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Dollar to Break Losing Candle on Growing Virus Slowdown

The U.S. dollar bounced Wednesday amid rising concerns that the damage to the global economic system from the coronavirus pandemic shall be long and protracted, boosting the safe-haven appeal of the greenback.

Dollar to Break Losing Candle on Growing Virus Slowdown

A fall in oil prices on expectations that manufacturing cuts by OPEC may not be sufficient to support crude during a worldwide demand crunch also weakened riskier currencies, with the oil-exposed Norwegian crown and Canadian greenback down sharply.

The U.S. dollar had weakened in the earlier four consecutive sessions on cautious optimism that lockdowns have been slowing the spread of the virus.

However, analysts warn that it is still unclear whether economies will recover shortly or whether it’d take longer than expected.

Fresh financial data from the U.S. later on Wednesday is expected to indicate a sharp decline in retail sales, as well as hits to manufacturing and industrial production. This would be the first set of economic information outside U.S. unemployment claims.

The global economy is predicted to shrink by 3% throughout 2020, a collapse in the activity that will mark its steepest fall since the Great Depression of the 1930s, the International Monetary Fund stated Tuesday.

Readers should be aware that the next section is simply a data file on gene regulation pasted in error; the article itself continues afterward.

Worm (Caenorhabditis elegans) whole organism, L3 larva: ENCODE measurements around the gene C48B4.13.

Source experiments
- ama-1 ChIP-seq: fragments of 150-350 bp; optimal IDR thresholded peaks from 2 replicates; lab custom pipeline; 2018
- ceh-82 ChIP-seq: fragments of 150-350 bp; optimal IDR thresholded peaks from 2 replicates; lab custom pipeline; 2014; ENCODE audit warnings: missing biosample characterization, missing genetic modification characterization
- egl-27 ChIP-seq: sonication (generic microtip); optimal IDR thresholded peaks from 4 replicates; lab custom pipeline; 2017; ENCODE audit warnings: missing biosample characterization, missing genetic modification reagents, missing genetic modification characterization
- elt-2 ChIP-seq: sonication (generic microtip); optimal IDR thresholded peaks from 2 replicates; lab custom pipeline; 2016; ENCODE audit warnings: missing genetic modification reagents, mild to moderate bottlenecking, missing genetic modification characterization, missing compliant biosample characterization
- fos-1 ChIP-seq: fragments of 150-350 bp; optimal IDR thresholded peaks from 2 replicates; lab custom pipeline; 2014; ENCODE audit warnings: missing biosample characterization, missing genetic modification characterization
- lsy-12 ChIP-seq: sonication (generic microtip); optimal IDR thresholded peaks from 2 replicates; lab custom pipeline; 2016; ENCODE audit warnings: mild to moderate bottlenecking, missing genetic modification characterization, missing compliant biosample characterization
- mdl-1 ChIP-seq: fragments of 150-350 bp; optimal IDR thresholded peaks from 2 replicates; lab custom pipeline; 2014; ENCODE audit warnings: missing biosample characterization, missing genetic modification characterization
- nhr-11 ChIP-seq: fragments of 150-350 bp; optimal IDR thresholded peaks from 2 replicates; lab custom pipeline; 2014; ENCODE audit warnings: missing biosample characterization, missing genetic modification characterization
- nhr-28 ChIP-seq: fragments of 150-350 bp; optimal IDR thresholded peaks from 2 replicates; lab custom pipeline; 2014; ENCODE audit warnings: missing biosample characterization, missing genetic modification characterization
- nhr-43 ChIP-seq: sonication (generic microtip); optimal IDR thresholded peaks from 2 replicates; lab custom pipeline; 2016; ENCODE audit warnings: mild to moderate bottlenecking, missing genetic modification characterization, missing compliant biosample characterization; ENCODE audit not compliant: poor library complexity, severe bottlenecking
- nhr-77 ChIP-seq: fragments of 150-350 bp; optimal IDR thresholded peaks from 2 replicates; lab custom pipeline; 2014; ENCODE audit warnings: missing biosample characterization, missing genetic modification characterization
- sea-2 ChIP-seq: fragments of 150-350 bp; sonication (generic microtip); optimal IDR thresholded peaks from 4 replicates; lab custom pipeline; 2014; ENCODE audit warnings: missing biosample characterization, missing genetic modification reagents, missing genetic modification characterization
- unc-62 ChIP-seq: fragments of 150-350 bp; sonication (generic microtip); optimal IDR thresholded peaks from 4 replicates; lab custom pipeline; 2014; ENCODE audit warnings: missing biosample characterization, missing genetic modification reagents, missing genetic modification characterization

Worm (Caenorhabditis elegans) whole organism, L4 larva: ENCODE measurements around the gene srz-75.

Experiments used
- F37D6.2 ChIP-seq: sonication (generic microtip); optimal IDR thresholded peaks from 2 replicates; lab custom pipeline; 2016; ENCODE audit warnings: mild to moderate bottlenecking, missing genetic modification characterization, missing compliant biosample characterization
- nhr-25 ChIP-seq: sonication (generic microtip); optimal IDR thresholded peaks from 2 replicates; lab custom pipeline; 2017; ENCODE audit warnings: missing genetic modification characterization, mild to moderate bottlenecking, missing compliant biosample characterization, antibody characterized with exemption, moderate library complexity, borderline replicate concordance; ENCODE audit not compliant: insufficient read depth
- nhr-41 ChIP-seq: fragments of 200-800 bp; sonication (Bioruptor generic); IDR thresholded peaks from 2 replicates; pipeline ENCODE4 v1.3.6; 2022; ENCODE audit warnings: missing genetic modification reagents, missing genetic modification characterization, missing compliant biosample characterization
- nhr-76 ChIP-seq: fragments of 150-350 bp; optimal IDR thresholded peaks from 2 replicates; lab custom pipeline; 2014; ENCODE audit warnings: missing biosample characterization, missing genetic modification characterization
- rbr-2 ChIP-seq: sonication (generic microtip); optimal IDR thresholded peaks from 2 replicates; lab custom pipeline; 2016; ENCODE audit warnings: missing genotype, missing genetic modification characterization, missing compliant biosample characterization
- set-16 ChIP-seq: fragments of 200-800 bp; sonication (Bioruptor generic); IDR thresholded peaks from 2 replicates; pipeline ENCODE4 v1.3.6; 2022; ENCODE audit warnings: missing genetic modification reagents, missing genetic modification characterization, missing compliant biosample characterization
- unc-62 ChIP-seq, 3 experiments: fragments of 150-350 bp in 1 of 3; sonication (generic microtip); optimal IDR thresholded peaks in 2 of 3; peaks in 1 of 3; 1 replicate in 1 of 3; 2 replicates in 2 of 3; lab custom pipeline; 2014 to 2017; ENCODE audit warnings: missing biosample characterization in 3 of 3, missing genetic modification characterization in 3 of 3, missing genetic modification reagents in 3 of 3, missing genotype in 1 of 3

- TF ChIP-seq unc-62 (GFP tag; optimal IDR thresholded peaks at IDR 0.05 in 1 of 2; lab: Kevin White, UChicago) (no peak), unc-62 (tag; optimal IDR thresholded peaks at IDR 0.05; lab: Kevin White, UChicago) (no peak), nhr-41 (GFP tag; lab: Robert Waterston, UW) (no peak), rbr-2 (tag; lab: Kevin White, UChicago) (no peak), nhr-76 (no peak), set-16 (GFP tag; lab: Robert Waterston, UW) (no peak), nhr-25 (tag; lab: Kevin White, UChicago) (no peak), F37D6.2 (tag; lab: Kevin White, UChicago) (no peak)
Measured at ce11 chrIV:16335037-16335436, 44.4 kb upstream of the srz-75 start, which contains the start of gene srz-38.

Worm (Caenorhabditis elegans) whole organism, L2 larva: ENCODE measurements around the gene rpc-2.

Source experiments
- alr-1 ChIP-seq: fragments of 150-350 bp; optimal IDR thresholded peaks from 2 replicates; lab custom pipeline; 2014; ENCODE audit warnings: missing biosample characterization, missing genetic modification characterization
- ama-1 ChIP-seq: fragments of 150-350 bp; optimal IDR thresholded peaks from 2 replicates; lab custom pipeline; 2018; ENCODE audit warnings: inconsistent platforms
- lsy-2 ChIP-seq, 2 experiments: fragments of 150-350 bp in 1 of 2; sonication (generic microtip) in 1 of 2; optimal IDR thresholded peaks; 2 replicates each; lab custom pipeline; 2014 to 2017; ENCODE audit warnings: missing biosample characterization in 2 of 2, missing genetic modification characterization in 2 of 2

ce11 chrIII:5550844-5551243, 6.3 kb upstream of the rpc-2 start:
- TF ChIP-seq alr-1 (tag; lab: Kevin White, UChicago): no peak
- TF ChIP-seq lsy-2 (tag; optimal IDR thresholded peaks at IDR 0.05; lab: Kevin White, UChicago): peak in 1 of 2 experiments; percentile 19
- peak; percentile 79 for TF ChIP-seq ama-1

In European trading hours, the greenback recovered from earlier lows hit in Asian trading and rose 0.8% to only shy of 99.6 =USD against a basket of rivals, on track to interrupt a four-day losing candle.

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U.K. Sterling Advances Against US Dollar and Euro Tuesday

Sterling rose against the greenback and the euro Tuesday, as Britain’s fractious trade discussions with the EU and expectations of rate reductions to counter coronavirus damage held the currency near recent 4-1/2-month lows.

U.K. Sterling Advances Against US Dollar and Euro Tuesday

British PM Boris Johnson has raised EU hackles by saying Britain will not be sure by EU guidelines or the jurisdiction of its prime court.

The first round of negotiations with the EU’s administrative unit, the European Commission, is due to last until Thursday, with half a trillion euros’ worth of yearly trade at stake.

Sterling, which has come under heavy selling stress in recent days, regained some ground.

The currency stood at 86.94 pence per euro, up almost 0.3% on that day, having skid over 1% Monday.

In opposition to the greenback, sterling was up 0.3% at $1.2791, holding above a recent 4-1/2 month low of nearly $1.2726.

The trade negotiations have been overshadowed by deepening concerns over the spread of coronavirus and uncertainty over the extent of the economic damage it could trigger.

Market expectations have grown for central banks to cut rates of interest to curb the fallout, including possibly through coordinated action. Policymakers from developed nations, along with Britain, are to hold a conference call to debate the next steps reports suggested no immediate stimulus would be offered.

Current Bank of England (BoE) Governor Mark Carney told legislators Tuesday he expected a “highly effective and timely” global response to the economic blow from coronavirus.

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Sterling Bounces Towards Six-week High Against Greenback